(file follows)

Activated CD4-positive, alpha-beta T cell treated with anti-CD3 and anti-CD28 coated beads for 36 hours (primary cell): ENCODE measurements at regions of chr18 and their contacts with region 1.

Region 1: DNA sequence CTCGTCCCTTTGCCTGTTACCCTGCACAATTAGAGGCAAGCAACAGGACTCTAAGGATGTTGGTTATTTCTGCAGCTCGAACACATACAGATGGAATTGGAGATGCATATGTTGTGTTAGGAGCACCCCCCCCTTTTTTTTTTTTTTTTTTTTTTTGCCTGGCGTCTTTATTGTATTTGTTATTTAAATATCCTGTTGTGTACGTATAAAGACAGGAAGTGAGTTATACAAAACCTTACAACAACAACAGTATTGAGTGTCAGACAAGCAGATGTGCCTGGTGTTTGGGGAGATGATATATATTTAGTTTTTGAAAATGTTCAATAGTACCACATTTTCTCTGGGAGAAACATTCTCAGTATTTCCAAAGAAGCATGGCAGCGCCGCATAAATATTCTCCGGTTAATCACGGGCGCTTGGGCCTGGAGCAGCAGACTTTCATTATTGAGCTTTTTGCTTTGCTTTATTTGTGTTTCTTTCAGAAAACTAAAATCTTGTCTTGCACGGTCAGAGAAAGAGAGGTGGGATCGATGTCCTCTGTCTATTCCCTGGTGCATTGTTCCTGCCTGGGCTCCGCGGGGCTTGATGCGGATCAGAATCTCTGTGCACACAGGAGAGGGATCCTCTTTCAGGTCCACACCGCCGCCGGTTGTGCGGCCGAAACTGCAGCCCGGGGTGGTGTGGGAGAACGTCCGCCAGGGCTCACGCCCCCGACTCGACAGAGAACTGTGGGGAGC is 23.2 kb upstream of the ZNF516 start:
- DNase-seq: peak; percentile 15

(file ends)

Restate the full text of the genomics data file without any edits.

Activated CD4-positive, alpha-beta T cell treated with anti-CD3 and anti-CD28 coated beads for 36 hours (primary cell): ENCODE measurements at regions of chr18 and their contacts with region 1.

Region 1: DNA sequence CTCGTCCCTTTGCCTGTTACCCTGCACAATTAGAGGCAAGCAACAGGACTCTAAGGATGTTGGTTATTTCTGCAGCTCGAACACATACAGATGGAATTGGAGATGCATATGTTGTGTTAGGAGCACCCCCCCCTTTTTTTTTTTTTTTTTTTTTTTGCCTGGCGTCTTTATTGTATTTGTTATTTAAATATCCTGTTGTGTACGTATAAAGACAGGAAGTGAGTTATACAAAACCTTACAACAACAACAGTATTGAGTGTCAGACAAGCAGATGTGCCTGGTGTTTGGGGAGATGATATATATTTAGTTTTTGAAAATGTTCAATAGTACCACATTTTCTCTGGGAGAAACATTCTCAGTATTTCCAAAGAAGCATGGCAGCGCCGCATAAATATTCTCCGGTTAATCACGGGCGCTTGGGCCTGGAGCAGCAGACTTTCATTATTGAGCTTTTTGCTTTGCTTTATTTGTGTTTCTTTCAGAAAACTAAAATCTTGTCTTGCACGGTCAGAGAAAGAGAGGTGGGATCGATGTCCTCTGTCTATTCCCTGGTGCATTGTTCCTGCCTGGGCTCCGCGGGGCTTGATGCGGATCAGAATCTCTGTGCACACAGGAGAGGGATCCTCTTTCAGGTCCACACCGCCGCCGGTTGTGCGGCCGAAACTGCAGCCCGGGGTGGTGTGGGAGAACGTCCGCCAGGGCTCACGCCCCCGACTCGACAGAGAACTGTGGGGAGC is 23.2 kb upstream of the ZNF516 start:
- DNase-seq: peak; percentile 15